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Peoplewatching: A Good Book about Normal Human Behavior for Autistic Adults to Learn From

Updated on November 24, 2015

Normal human behavior explained and analyzed - a wonderful tool for autistic adults.

As an autistic person, many aspects of human behavior and culture do not come naturally to me. What the average person knows or learns instinctively, the autistic person must learn through study or miss out on a world of human interaction.

Some aspects of non-verbal communication are so vital that unless a person with autism can imitate them with some degree of accuracy, he or she will encounter severe difficulties - in getting a job, in keeping a job, in workplace advancement, in courting a mate, and in maintaining relationships.

The book that changed my life and finally put all of the human behaviors I was trying to mimic into perspective is Peoplewatching by Desmond Morris. Morris is likely not an autistic person himself, but a scientist who has examined human behavior as a scientist would examine the behavior of any animal. He explains it all in clear language and does not flinch from uncomfortable facts.

DISCLAIMER

I am not a therapist or medical professional, simply a person who has a high-functioning type of autism sometimes called Asperger's Syndrome. I am recommending this book only as an autistic person who has found it to be an immensely useful resource in understanding other people and in making myself understood. In no way should this advice be construed as replacement for professional medical advice or psychological counseling.

This book is NOT about autism, but about normal human behaviors.

Source

Why Aren't There More Books for Autistic Adults to Learn About Human Behavior from?

Since non-autistic people instinctively or near instinctively know or learn standard behavior such as eye contact, tone of voice and body language, there isn't much material aimed at teaching those behaviors.

We are extremely fortunate that some people have wondered why human beings do the things we do. Because of this, scientists have analyzed thousands of behaviors common to almost all human beings.

Peoplewatching is a book written by one such scientist.

image by Benito LeGrande, SXC
image by Benito LeGrande, SXC

Peoplewatching Explains Why as Well as What

The beauty of a book written to explain why people do the things they do is that not only does the book describe behaviors and the circumstances in which they occur but it attempts to explain the reasons behind them.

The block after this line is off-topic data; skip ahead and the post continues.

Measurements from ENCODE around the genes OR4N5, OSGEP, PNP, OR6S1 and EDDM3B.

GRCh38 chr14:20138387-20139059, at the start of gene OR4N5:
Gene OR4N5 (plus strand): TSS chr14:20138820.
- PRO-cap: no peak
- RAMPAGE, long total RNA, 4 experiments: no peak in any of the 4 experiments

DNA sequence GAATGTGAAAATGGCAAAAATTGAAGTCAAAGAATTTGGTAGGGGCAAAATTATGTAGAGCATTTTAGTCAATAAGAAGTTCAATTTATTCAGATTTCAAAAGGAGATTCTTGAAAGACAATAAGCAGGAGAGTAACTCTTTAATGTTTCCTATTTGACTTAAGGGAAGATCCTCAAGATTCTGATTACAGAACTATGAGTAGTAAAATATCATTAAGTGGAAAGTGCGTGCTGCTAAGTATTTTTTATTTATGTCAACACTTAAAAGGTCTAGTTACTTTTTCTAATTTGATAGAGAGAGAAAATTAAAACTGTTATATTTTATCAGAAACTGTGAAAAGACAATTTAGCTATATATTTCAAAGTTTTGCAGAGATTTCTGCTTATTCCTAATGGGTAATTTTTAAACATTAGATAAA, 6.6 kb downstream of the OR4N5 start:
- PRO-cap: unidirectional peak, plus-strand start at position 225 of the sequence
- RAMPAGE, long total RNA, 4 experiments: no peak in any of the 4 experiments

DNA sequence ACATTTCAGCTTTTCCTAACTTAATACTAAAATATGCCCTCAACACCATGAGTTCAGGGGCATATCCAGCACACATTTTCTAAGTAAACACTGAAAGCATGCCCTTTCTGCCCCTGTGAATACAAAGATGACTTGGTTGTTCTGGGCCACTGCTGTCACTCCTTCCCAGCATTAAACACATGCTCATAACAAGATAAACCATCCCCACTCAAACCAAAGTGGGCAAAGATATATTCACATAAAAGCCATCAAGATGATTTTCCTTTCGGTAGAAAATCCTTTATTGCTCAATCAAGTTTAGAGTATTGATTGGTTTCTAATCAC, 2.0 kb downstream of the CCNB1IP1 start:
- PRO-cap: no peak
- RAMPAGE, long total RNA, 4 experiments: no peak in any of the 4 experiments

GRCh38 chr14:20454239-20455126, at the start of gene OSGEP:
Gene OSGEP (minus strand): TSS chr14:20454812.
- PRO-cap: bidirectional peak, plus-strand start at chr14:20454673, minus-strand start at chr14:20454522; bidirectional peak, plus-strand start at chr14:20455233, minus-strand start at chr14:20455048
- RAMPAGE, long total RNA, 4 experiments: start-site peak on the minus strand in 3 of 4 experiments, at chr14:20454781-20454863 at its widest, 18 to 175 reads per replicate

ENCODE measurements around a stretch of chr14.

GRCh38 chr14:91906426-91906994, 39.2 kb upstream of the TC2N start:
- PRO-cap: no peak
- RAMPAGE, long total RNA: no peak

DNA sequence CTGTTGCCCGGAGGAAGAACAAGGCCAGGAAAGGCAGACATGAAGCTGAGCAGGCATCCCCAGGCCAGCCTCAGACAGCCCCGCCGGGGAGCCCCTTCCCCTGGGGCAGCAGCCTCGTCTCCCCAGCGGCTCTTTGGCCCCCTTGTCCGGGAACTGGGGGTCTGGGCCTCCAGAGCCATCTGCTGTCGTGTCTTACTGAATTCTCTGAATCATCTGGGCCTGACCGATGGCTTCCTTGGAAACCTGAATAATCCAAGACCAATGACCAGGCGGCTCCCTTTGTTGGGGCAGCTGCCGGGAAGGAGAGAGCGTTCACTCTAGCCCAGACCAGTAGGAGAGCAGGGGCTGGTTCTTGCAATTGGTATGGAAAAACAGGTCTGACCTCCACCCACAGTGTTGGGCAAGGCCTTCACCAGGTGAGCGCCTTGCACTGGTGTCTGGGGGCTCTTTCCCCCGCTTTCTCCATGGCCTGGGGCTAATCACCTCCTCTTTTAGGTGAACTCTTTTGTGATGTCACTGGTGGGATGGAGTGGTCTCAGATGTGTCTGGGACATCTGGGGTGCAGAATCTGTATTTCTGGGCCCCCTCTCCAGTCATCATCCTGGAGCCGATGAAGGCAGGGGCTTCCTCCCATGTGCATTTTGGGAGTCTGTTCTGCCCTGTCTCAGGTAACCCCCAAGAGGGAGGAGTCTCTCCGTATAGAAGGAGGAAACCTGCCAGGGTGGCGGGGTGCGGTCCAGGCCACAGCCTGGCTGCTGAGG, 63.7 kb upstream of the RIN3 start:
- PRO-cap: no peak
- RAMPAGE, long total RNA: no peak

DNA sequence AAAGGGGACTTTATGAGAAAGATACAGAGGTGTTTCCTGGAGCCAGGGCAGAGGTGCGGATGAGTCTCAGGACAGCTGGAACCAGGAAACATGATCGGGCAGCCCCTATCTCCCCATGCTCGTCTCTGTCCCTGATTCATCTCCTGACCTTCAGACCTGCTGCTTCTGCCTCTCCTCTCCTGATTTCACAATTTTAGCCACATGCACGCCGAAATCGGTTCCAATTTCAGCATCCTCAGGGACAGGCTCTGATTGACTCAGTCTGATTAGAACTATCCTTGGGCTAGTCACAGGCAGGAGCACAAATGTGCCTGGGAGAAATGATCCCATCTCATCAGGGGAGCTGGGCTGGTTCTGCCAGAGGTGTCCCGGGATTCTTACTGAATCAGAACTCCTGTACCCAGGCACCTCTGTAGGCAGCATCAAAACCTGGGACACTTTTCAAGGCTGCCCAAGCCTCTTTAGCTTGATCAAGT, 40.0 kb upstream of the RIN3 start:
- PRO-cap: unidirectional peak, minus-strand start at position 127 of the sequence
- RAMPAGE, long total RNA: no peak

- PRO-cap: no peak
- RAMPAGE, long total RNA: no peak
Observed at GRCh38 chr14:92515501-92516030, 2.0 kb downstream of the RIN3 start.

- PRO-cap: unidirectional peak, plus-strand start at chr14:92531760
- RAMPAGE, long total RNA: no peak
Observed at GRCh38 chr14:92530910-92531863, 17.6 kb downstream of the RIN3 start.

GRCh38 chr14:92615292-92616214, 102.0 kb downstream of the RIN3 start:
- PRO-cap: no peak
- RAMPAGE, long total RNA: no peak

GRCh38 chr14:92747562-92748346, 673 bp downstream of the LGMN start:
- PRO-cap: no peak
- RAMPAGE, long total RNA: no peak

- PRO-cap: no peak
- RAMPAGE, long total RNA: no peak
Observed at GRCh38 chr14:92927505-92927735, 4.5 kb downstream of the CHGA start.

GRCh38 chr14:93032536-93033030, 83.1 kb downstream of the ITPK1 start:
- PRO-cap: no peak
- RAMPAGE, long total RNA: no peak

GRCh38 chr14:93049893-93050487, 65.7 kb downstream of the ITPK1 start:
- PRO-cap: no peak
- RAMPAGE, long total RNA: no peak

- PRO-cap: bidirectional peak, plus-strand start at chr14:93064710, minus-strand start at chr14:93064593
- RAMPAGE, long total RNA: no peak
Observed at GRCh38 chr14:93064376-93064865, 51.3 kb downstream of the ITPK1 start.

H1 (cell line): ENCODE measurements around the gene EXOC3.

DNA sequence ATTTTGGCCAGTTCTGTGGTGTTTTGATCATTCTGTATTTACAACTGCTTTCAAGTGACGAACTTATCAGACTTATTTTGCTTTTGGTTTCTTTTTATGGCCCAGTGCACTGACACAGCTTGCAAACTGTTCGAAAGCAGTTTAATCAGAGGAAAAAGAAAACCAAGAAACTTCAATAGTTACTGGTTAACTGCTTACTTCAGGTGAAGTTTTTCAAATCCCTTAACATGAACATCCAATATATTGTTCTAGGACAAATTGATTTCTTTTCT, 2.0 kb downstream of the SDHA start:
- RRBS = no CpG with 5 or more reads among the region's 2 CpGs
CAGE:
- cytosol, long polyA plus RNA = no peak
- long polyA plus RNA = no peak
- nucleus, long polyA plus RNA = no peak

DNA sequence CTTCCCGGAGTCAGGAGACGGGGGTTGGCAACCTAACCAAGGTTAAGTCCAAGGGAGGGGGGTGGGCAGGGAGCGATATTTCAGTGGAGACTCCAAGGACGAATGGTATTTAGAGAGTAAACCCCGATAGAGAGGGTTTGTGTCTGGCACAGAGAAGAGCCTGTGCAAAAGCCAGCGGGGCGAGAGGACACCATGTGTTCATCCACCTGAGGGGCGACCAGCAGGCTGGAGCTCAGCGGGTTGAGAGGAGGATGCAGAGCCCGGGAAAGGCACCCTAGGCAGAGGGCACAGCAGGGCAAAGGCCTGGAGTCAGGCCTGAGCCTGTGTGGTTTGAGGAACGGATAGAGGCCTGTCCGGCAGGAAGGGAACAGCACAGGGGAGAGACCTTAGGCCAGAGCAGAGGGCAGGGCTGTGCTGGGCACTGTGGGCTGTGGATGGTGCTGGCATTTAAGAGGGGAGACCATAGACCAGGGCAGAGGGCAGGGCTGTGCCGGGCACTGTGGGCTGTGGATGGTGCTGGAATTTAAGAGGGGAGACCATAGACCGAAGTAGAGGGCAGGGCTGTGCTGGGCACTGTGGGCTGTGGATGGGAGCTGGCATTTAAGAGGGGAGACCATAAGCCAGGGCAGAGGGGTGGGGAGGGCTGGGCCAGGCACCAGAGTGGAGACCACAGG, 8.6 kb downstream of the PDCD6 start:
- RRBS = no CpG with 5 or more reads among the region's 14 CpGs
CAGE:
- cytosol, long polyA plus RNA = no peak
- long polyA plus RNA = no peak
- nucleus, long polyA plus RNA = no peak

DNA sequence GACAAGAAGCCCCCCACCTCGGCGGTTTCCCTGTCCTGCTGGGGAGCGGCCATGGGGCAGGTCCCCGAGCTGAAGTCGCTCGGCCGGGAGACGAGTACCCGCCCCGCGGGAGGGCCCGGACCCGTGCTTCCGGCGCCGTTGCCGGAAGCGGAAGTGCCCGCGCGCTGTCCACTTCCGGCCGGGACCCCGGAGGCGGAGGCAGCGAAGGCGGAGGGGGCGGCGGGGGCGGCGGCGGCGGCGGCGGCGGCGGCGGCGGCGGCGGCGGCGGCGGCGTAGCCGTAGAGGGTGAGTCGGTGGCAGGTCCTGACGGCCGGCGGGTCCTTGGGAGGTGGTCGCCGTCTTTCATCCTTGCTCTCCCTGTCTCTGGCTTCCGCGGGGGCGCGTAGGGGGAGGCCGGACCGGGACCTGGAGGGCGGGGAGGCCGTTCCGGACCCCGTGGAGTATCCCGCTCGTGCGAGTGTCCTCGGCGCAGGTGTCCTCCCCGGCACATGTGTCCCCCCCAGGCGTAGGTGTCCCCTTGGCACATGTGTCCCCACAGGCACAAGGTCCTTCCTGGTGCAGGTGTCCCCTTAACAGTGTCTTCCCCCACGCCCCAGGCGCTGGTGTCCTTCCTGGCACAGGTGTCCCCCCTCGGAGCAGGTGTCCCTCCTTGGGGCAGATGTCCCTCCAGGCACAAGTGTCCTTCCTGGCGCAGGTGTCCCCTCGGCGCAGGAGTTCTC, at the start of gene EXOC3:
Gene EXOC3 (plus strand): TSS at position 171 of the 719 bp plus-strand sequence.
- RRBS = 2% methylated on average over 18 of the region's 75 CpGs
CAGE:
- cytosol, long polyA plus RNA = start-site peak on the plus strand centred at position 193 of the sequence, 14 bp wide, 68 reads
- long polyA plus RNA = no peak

I have found that I learn things much better when I know the reasoning behind what I'm learning. I believe that this is pretty common and a useful learning or teaching strategy for people, with or without autism.

Peoplewatching by Desmond Morris

Please note once again that the book is not about autism, I'm recommending it to people who have high-functioning autism.

Several people have bought and returned it, upset that it's not about autism so I've added a few statements on this page. Fortunately, most folks will take that 'for' in the title to mean 'for' and not to mean 'about' but I figured I'd mention it a few times, just in case.

Source

Peoplewatching Explains Things People You Know Can't or Won't Explain

Peoplewatching is a great book for adult autistics because it unabashedly examines, defines, and analyzes normal human behavior all laid out in an engaging book easily understandable to the layman. It touches on topics many people are unaware of and it plainly explains behaviors which many people might be reluctant or too uninformed to explain to an adult friend or family member.

Not only does it examine behaviors such as eye contact and tone of voice in regular social circumstances, it examines behaviors that relate to love and sexuality as well. That's right, you can learn about things like flirting with (and noticing romantic interest in) potential partners from this book!

I would strongly recommend Peoplewatching by Desmond Morris to any adult struggling with autism or Asperger Syndrome. It has cleared up a lot of things for me such as how much eye contact is normal and what kind of things I may be doing that might make someone think I'm flirting with them if I'm not.

A Pocket Guide to Manwatching - A smaller version of Peoplewatching

The pocket version is also not about people with AS, but about neurotypical behavior.

Peoplewatching is not about autism but about normal human behaviors.